Immigration center in Sweden

This autumn has seen increased debate about the situation for foreign workers in Sweden, after several high-profile cases of people threatened with deportation over what has largely been perceived as administrative errors or an overzealous interpretation of work permit rules.

A petition to help rising star developer Tayyab Shabab stay in the country after he was told to leave has been signed by almost 10,000 people, including people in the startup and tech community such as Spotify founder Daniel Ek, TechCrunch editor Mike Butcher and The Local’s CEO Paul Rapacioli.

As The Local reported earlier this week, last autumn the Migration Agency changed its general procedure for approving renewed work permits after a court decision.

This means that when foreign workers apply for an extension to their permit, it will only be approved if all the conditions, even minor ones, under which the first one was granted have been met.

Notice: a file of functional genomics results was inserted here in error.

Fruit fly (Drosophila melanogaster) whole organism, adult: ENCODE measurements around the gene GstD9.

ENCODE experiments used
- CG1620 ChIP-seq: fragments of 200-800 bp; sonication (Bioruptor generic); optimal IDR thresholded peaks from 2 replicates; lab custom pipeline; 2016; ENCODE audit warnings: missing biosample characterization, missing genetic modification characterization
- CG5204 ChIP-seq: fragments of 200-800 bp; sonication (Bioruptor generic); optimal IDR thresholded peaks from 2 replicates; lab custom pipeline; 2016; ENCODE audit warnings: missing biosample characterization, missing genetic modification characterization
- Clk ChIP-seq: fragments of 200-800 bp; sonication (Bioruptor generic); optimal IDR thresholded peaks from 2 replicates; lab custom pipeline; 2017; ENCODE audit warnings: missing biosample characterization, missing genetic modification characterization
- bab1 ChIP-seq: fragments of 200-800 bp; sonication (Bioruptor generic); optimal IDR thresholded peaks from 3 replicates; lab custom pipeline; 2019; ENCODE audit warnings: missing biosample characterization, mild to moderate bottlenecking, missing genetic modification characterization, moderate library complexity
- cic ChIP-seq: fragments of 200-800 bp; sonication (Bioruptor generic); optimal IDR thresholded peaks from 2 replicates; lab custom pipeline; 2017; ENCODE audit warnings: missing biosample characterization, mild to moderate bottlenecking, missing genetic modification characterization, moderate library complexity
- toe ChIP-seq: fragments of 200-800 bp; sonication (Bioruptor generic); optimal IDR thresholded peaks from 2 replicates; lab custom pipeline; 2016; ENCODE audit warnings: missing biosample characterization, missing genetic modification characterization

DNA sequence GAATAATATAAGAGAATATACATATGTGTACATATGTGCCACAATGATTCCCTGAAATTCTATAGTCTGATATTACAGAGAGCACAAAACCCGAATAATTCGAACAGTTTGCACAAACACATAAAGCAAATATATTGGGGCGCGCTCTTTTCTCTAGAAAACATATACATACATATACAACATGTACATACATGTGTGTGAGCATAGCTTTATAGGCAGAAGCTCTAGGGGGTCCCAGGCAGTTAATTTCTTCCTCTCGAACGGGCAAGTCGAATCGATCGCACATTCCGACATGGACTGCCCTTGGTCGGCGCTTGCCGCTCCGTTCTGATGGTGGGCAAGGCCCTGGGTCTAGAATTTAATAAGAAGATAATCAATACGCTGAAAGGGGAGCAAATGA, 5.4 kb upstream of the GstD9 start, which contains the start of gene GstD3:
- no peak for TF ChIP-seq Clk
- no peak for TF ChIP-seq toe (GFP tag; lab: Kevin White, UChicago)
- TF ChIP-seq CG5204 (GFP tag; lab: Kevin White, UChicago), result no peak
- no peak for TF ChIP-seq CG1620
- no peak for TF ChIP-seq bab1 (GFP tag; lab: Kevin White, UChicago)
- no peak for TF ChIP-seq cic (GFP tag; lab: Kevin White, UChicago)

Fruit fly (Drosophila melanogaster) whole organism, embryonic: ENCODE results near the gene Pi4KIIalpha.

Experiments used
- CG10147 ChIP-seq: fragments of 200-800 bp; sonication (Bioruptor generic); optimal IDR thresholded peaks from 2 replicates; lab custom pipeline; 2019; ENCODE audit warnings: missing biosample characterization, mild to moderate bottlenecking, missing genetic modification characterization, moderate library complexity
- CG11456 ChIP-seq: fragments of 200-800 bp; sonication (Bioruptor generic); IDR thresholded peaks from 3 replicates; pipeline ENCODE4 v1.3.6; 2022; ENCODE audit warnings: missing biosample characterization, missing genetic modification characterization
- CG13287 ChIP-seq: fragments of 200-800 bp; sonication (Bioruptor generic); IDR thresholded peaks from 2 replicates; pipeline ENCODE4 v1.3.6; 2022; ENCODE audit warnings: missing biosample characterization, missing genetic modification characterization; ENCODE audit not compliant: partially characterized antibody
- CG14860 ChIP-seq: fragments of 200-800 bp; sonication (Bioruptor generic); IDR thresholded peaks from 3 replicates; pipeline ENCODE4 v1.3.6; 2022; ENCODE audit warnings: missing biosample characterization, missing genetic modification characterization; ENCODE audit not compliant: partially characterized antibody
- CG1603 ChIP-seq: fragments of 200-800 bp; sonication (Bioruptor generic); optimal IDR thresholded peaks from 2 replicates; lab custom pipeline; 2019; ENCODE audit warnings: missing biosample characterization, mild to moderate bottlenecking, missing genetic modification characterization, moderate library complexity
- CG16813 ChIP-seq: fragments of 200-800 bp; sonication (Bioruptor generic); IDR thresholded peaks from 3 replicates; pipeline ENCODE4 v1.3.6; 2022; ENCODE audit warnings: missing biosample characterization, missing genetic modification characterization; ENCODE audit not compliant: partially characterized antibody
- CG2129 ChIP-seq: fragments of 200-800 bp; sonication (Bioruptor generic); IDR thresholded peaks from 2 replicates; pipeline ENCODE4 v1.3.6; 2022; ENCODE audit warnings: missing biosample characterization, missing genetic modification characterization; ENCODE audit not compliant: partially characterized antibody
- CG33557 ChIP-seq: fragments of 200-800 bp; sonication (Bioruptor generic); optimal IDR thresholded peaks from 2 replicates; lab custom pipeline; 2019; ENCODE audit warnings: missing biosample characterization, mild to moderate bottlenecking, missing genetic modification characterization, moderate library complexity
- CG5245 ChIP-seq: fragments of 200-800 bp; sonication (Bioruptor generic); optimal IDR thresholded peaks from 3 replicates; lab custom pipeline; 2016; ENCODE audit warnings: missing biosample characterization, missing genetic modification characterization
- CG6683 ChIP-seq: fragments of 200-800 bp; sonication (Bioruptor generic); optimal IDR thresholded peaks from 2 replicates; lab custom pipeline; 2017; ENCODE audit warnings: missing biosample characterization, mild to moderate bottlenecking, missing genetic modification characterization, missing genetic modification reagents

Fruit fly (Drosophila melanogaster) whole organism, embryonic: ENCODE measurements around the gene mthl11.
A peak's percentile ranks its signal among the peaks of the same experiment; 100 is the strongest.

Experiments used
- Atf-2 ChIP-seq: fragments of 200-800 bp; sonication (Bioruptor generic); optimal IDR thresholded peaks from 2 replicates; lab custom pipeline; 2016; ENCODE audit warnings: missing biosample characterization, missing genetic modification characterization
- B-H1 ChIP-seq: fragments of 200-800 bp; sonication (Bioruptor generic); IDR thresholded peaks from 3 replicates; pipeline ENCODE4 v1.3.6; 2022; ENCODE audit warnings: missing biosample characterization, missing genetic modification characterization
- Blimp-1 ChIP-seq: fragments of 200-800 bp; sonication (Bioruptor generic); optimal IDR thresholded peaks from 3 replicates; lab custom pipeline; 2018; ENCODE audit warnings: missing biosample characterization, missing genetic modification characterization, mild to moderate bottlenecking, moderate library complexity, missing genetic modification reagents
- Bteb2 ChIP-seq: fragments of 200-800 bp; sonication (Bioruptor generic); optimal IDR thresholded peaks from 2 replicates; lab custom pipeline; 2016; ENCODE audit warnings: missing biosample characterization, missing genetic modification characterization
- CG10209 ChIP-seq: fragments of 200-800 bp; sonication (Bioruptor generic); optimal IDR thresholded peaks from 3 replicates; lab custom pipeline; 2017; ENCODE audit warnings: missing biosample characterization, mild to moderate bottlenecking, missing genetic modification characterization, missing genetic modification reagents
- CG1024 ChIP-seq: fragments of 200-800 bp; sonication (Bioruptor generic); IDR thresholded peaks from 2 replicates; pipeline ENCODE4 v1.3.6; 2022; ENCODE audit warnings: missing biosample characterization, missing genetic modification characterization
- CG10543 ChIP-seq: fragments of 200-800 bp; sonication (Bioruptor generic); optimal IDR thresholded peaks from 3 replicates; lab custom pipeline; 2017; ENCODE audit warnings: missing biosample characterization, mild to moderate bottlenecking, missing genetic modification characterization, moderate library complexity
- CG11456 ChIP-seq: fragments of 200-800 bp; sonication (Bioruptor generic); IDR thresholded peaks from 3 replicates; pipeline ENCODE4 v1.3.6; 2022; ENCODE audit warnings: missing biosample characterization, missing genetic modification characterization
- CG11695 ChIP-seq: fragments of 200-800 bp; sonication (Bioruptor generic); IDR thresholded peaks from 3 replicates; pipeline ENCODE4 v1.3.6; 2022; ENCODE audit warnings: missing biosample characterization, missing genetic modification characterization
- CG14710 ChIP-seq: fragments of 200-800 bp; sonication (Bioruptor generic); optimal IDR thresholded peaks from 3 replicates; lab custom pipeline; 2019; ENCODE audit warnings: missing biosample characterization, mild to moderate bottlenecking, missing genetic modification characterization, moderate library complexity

“It is not reasonable. There has to be some kind of overall assessment of these cases. If you want to change the procedure you need an legislative change where it states how the Migration Agency should interpret these rules,” Liberal MP Fredrik Malm told newswire TT.

A parliamentary committee on social insurance has now told the government to examine how work permit rules could be improved. The amendment will be added to an ongoing inquiry on foreign workers, the results of which are due to be presented in December.

The government inquiry’s report on the amendment will be presented in spring 2017.


Carlos Monteiro is a Brazilian citizen, graduated in Business Administration by the Catholic University of São Paulo. He lives in Odense, Denmark with his Danish Wife, Cathrine, and their half Danish /Brazilian daughter Ines Marie. You are very welcome to be in contact him at any time.
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